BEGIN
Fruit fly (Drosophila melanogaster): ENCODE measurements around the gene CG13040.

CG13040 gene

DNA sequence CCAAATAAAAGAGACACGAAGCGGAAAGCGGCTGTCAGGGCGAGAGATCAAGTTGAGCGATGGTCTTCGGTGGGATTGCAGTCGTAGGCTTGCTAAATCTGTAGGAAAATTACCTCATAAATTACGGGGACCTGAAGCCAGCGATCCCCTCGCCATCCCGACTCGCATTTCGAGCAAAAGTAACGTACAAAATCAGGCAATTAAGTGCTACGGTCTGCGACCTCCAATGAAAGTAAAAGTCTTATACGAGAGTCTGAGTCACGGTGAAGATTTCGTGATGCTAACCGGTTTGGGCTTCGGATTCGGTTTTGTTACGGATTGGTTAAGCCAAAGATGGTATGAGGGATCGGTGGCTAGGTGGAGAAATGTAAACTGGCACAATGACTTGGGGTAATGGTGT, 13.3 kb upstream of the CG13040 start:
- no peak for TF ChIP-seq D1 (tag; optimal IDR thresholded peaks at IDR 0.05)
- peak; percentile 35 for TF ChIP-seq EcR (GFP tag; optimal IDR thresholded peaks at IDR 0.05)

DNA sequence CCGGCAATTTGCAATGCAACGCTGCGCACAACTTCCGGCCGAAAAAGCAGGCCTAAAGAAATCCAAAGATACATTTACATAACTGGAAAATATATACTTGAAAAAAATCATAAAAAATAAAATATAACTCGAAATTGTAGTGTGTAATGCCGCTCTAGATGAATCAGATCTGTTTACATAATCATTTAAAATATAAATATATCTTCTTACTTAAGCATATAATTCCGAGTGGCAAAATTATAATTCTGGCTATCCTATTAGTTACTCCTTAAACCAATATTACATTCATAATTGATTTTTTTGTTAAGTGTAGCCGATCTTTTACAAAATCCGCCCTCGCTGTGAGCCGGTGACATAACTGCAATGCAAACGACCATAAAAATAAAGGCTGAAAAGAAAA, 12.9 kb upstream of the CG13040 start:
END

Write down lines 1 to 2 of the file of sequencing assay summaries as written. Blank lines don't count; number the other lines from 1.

Fruit fly (Drosophila melanogaster): ENCODE measurements around the gene CG13040.

CG13040 gene